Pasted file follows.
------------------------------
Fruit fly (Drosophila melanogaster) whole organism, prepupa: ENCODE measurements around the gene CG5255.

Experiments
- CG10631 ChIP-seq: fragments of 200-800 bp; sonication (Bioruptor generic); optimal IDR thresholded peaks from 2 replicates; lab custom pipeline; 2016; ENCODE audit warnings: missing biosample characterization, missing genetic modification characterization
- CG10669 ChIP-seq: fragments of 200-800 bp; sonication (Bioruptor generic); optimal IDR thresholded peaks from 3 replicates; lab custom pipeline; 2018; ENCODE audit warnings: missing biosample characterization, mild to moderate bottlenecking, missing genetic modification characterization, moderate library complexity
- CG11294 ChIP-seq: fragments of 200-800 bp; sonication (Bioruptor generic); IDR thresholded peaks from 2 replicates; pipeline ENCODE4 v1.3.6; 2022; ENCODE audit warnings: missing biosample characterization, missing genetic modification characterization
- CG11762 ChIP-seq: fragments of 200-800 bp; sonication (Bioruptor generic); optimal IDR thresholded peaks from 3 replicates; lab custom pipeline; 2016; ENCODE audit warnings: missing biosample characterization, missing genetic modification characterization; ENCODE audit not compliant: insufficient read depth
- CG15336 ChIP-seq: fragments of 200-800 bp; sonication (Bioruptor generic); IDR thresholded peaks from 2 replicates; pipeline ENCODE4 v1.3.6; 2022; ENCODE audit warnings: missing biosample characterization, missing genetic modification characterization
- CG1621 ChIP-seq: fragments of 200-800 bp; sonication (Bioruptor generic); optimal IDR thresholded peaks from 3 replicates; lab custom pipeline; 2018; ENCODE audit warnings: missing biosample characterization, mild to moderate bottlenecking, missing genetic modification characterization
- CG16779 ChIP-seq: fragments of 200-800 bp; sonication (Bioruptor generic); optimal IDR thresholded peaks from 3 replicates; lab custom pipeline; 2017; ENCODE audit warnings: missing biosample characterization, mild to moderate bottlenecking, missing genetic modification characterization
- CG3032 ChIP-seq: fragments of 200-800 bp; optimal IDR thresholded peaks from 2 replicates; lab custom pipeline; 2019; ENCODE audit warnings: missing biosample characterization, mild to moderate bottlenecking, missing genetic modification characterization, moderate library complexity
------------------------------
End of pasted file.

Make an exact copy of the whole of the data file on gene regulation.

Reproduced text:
Fruit fly (Drosophila melanogaster) whole organism, prepupa: ENCODE measurements around the gene CG5255.

Experiments
- CG10631 ChIP-seq: fragments of 200-800 bp; sonication (Bioruptor generic); optimal IDR thresholded peaks from 2 replicates; lab custom pipeline; 2016; ENCODE audit warnings: missing biosample characterization, missing genetic modification characterization
- CG10669 ChIP-seq: fragments of 200-800 bp; sonication (Bioruptor generic); optimal IDR thresholded peaks from 3 replicates; lab custom pipeline; 2018; ENCODE audit warnings: missing biosample characterization, mild to moderate bottlenecking, missing genetic modification characterization, moderate library complexity
- CG11294 ChIP-seq: fragments of 200-800 bp; sonication (Bioruptor generic); IDR thresholded peaks from 2 replicates; pipeline ENCODE4 v1.3.6; 2022; ENCODE audit warnings: missing biosample characterization, missing genetic modification characterization
- CG11762 ChIP-seq: fragments of 200-800 bp; sonication (Bioruptor generic); optimal IDR thresholded peaks from 3 replicates; lab custom pipeline; 2016; ENCODE audit warnings: missing biosample characterization, missing genetic modification characterization; ENCODE audit not compliant: insufficient read depth
- CG15336 ChIP-seq: fragments of 200-800 bp; sonication (Bioruptor generic); IDR thresholded peaks from 2 replicates; pipeline ENCODE4 v1.3.6; 2022; ENCODE audit warnings: missing biosample characterization, missing genetic modification characterization
- CG1621 ChIP-seq: fragments of 200-800 bp; sonication (Bioruptor generic); optimal IDR thresholded peaks from 3 replicates; lab custom pipeline; 2018; ENCODE audit warnings: missing biosample characterization, mild to moderate bottlenecking, missing genetic modification characterization
- CG16779 ChIP-seq: fragments of 200-800 bp; sonication (Bioruptor generic); optimal IDR thresholded peaks from 3 replicates; lab custom pipeline; 2017; ENCODE audit warnings: missing biosample characterization, mild to moderate bottlenecking, missing genetic modification characterization
- CG3032 ChIP-seq: fragments of 200-800 bp; optimal IDR thresholded peaks from 2 replicates; lab custom pipeline; 2019; ENCODE audit warnings: missing biosample characterization, mild to moderate bottlenecking, missing genetic modification characterization, moderate library complexity